This project is developing and evaluating a probabilistic approach to disease surveillance. The goal of the research is to improve the ability of public health officials and physicians to estimate the current incidence of influenza and other infectious diseases and to predict the future course of epidemics of those diseases. This improved information is expected to better support decisions made by health departments to control epidemics, which is expected to reduce morbidity and mortality from epidemic diseases.
Research Projects and Collaborations
Much of science consists of discovering and modeling causal relationships that occur in nature. There is a pressing need for methods that can efficiently infer causal networks from large and diverse types of biomedical data and background knowledge. This project is developing, implementing, and evaluating an integrated set of tools that support the discovery and sharing of causal knowledge from very large and complex biomedical data, including both observational and experimental data. Areas of investigation include the discovery of the genomic drivers of cancers and of the cell-signaling pathways in those cancers.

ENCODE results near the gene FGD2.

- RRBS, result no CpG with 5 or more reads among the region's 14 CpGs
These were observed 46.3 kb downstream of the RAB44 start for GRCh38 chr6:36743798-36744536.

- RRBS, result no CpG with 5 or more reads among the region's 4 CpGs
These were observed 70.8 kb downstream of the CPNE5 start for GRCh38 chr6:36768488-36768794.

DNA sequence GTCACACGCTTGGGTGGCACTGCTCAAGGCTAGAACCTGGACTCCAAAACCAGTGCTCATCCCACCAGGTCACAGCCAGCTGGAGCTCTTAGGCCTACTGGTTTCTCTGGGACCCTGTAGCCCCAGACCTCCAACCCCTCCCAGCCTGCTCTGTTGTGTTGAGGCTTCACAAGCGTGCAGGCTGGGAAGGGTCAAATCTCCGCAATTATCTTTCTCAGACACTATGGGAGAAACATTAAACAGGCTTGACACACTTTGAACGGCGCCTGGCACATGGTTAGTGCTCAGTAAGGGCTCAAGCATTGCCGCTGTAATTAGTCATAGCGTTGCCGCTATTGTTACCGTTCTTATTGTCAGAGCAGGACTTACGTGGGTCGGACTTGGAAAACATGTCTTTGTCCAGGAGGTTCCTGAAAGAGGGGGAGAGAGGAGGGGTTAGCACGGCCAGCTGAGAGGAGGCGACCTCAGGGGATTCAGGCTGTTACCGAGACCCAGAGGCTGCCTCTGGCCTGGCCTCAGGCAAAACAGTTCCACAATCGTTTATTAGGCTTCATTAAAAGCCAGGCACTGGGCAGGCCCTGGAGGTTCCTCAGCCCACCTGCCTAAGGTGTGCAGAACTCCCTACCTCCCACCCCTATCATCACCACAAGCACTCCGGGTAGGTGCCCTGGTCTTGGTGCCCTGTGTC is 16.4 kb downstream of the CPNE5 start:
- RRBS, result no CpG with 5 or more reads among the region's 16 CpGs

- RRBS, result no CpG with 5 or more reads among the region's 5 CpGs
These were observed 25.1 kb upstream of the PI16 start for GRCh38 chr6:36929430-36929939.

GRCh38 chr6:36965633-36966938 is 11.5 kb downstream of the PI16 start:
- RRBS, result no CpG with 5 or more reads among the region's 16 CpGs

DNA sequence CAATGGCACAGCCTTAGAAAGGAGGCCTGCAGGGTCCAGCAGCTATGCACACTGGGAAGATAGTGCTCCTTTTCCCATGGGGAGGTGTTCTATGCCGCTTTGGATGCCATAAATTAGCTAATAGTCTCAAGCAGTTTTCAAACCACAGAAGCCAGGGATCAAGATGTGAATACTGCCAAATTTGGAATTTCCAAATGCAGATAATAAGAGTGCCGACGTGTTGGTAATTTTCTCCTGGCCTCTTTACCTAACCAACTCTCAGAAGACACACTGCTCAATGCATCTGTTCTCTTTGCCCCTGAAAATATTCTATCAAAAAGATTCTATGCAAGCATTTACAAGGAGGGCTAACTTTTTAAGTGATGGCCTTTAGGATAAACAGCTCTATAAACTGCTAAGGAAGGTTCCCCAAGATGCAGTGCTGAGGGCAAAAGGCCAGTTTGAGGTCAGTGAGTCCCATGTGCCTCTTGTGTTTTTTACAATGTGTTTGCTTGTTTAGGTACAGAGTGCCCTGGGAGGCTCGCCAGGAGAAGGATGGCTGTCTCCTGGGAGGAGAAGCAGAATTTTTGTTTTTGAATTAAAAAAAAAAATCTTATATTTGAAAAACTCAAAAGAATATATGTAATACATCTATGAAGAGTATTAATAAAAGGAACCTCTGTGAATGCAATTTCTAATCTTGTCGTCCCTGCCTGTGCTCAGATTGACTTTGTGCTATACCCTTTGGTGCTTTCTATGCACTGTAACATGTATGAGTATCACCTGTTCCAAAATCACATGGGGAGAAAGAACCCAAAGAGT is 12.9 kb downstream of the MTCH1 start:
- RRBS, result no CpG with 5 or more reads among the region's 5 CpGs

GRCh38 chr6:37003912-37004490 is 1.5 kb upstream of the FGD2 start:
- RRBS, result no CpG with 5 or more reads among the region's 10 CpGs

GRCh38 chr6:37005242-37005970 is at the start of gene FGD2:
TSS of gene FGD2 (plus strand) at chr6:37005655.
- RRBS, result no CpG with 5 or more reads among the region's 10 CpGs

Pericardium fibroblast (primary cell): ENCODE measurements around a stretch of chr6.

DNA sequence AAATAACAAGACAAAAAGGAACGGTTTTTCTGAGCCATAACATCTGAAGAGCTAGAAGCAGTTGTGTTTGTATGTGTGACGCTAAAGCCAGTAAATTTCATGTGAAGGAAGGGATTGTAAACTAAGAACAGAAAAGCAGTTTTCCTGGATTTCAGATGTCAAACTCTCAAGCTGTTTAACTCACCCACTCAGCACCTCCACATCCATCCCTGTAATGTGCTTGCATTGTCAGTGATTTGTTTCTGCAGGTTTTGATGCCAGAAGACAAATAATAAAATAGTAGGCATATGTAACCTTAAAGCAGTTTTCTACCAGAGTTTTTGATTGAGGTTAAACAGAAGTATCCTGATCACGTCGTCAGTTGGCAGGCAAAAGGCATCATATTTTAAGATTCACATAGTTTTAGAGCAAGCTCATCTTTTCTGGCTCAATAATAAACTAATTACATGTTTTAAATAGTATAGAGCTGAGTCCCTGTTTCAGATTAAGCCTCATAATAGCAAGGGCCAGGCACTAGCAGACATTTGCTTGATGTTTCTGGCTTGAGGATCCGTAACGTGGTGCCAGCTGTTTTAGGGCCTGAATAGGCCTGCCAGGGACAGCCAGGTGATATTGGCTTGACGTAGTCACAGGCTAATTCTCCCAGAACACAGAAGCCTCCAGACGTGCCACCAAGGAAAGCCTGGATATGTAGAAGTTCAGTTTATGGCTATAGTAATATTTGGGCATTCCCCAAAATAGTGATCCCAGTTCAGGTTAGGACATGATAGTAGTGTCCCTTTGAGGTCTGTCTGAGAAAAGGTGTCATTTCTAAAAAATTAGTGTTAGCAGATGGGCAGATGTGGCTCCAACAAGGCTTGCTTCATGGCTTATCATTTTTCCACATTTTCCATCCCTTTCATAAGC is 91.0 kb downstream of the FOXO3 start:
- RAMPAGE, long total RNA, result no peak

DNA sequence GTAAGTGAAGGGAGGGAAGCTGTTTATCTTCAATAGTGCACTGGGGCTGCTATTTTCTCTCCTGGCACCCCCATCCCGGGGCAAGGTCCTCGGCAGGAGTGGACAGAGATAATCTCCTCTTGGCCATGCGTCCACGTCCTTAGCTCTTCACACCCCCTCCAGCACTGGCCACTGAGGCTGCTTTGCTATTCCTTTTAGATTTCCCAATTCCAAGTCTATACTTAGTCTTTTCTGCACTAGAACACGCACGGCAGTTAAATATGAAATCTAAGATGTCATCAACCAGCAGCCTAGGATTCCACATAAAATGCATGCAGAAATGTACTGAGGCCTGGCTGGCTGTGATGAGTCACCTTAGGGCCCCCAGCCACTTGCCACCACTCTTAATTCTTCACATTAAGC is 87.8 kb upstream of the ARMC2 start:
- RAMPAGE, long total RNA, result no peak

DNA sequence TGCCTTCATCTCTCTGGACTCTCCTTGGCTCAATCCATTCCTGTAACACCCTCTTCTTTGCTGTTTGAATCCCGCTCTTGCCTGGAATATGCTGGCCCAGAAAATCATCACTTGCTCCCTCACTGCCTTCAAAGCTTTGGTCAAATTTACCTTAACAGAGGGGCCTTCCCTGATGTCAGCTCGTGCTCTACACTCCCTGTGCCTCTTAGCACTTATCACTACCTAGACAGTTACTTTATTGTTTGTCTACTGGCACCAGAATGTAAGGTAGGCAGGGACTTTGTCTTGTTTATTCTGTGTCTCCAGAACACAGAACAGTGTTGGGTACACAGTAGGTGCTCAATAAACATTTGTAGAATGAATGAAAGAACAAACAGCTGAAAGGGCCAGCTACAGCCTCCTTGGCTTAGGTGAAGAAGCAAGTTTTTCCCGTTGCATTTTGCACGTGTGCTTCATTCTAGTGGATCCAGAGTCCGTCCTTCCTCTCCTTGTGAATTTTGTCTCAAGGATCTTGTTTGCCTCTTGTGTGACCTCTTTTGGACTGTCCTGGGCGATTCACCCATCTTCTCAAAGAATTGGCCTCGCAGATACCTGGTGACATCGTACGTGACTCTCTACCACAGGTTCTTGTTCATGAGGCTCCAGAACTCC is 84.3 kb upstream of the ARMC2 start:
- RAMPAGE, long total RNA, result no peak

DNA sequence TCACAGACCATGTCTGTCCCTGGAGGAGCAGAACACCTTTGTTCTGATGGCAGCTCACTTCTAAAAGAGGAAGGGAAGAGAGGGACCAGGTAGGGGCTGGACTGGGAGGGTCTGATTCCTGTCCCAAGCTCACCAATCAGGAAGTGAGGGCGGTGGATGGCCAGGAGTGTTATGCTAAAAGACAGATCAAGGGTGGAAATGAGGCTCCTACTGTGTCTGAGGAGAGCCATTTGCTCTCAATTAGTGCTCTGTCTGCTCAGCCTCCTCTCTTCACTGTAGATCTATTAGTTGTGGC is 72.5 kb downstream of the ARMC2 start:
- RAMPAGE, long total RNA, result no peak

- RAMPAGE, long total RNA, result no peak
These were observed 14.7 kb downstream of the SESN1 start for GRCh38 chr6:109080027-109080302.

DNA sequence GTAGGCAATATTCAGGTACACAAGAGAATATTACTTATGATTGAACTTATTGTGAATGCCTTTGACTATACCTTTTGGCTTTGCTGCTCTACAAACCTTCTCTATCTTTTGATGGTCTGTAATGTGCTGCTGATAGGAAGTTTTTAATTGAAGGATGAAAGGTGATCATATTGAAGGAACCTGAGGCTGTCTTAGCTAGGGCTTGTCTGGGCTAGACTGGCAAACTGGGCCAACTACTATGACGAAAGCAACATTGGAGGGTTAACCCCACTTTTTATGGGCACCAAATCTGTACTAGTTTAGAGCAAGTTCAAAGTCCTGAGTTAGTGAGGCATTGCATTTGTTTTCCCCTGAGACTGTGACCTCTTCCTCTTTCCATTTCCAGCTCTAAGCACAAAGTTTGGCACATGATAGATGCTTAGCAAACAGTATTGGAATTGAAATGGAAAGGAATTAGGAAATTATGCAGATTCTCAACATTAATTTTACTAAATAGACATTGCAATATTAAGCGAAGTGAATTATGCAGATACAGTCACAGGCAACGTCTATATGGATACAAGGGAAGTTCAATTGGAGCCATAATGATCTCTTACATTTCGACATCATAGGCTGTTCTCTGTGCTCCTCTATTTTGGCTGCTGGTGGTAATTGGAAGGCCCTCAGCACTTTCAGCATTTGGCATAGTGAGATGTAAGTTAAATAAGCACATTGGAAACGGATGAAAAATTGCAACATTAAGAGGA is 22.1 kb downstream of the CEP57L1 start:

This project isinvestigating a novel approach to the problem of detecting multivariate statistical differences across groups of data, which arises in a wide variety of settings. Such circumstances occur naturally in observational studies, where, for example, a clinical researcher may observe a difference in the prevalence of a condition between two groups of patients and would like to explore the reasons behind the difference. Another example is comparative effectiveness research, where it is of interest to understand an observed difference between two clinical treatment approaches.
This project is applying existing Bayesian rule learning methods to high-throughput molecular data (e.g., proteomic and genomic data) to perform disease prediction and biomarker discovery. Datasets being analyzed include those in the domains of lung cancer, breast cancer, amyotrophic lateral sclerosis, and other diseases.
The goals of this project are to develop, implement, and evaluate computer-based methods that model usual clinical care and then apply those models to detect individual patient care that is anomalous. In the future, such a system may serve as an “safety net” that continuously monitors patient care, as documented in an EMR, and raises an alert when such care appears to be anomalous. An hypothesis of the project is that such anomalies correspond to medical errors often enough to make such alerting worthwhile. Within the ICU domain the project is investigating the extent to which this hypothesis is supported.